What functions do Lipids have after being delivered to cells? (3)
1. Used to make structural and regulatory molecules2. Stored as an energy reserve3. Broken down via cellular respiration to produce CO2, H2O, and energy in the form of ATP.
What is Adipose Tissue?
Tissue found under the skin and around body organs that is composed of fat-storing molecules. They provide insulation.
What are the two Essential Fatty Acids?
Alpha-linoleic acid (omega-3) and linolenic acid (omega-6).
What is Omega-6 important for? (4)
Growth, skin integrity, fertility, and maintaining red blood cell structure.
What are EPA and DHA synthesized from?
What are Eicosanoids?
Regulatory molecules, including prostagladins and related compounds, that can be synthesized from omega 3 and omega 6 fatty acids.
What do the Eicosanoids do from Omega-6?
Promote inflammation and promote blood clotting.
What do the Eicosanoids do from Omega-3?
Suppress inflammation and suppress blood clotting.
What ratio of Linoleic to Alpha-Linolenic Acid is preferable?
Define Cardiovascular Disease
Any disease affecting the heart and blood vessels.
What is Essential Fatty Acid Deficiency?
A condition that results in dry, scaly skin, liver abnormalities, poor healing, impaired vision and hearing, and poor growth that results when the diet does not supply enough essential fatty acids.
What is Atherosclerosis?
A type of cardiovascular disease that involves the buildup of fatty material in the artery walls.
What is Atherosclerotic Plaque?
The cholesterol-rich material that is deposited in the arteries of individuals with atherosclerosis. It consists of cholesterol, smooth-muscle cells, fibrous tissue, and eventually calcium.
What is Oxidized LDL Cholesterol?
A substance formed when the cholesterol in LDL particles is oxidized by reactive oxygen molecules. It is key in the development of atherosclerosis because it contributes to the inflammatory process.
What are Scavenger Receptors?
Proteins on the surface of macrophages that bind to oxidized LDL cholesterol and allow it to be taken up be the cell.
Seven Steps to a Heart Attack.
1. Notmal Artery2. Fatty Streak Formation3. Oxidized LDL causes white blood cells to stick4. Plaque Accumulation5. Fibrous Cap Formation6. Fibrous Cap Rupture 7. Heart Attack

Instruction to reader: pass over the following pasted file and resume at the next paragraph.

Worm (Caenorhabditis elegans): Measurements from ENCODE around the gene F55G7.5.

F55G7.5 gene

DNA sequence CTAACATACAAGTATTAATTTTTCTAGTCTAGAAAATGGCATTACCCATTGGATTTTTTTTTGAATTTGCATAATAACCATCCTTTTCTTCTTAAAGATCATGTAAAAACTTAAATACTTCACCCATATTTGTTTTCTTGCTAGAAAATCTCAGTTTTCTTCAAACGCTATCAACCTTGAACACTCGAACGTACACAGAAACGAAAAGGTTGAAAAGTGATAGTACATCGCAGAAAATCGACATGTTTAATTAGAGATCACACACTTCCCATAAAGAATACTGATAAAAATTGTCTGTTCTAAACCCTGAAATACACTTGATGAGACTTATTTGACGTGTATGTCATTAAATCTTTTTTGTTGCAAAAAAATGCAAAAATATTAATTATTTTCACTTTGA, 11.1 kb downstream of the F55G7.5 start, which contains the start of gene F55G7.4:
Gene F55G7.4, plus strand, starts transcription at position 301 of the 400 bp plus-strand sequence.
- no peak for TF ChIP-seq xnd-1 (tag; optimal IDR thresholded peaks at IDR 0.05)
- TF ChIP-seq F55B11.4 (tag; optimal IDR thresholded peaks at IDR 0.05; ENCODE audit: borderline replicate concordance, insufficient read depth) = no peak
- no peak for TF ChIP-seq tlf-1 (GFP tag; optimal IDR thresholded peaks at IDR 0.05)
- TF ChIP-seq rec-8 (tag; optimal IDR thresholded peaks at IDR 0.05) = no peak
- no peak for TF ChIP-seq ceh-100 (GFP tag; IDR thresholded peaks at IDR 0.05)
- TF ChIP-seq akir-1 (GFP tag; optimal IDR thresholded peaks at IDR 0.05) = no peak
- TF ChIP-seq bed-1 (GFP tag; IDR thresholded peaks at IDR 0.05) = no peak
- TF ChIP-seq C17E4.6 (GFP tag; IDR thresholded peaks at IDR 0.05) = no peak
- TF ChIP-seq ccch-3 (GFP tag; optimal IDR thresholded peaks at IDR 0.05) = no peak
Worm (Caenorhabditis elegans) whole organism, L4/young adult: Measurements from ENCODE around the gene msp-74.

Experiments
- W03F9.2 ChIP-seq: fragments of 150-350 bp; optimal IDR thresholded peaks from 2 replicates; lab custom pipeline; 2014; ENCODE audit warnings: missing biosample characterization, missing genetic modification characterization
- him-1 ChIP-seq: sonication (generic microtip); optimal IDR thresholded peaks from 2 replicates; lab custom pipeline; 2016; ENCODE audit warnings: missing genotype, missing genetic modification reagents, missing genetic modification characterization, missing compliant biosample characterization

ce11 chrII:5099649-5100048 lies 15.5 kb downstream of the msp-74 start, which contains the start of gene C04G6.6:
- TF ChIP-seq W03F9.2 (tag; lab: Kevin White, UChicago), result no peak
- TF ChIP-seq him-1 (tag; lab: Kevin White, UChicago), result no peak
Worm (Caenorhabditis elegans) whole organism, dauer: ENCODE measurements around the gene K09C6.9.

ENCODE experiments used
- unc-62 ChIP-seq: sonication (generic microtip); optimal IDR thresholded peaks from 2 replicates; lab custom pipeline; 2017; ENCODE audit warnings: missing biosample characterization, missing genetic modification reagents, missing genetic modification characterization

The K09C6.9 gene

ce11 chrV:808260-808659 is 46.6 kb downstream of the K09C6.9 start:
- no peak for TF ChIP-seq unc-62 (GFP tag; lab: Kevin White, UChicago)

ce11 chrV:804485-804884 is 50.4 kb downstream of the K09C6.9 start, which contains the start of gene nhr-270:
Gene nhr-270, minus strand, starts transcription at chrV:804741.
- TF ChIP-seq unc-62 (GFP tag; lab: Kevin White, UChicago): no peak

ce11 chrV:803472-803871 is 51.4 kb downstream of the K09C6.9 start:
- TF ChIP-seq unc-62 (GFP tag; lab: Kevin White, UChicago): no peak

What are risk factors for Heart Disease? (4)
1. High blood pressure2. Diabetes3. Obesity 4. High LDL levels
True or False: Excessive intake of cholesterol, saturated fat, and trans fatty acids can increase the risk of cardiovascular disease.
What Metabolic Effect and Observed Effect on Lipoproteins in Blood do Saturated Fatty Acids have?
Decreases LDL receptors, increases LDL cholesterol.
What Metabolic Effect and Observed Effect on Lipoproteins in Blood do Trans Fatty Acids have?
Increases cholesterol synthesis, increases LDL cholesterol and decreases HDL cholesterol.
What Metabolic Effect and Observed Effect on Lipoproteins in Blood do Cis-Polyunsaturated Fatty Acids have?
Decreases LDL cholesterol.
What Metabolic Effect and Observed Effect on Lipoproteins in Blood do Omega-6 Fatty Acids have?
Increases LDL receptor, increases bile acid synthesis, decreases LDL cholesterol, and decreases HDL cholesterol.
What Metabolic Effect and Observed Effect on Lipoproteins in Blood do Omega-3 Fatty Acids have?
Fatty acid oxidation, decreases VLDL synthesis, increases VLDL uptake, decreases VLDL levels, decreases LDL cholesterol.
What Metabolic Effect and Observed Effect on Lipoproteins in Blood do Monounsaturated Fatty Acids have?
Decreases LDL oxidation and decreases LDL cholesterol.
True or False: High fat meals can contribute to overeating because they are less satiating than energy from carbohydrates.
What does Fat-free mean?
Contains less than 0.5 g of fat per serving.
What does Low-fat mean?
Contains 3 g or less of fat per serving.
What does Reduced or Less Fat mean?
Contains at least 25% less fat per serving than referenced product.
What does Saturated Fat-Free mean?
Less than 0.2 g of saturated and 0.2 g of trans fats.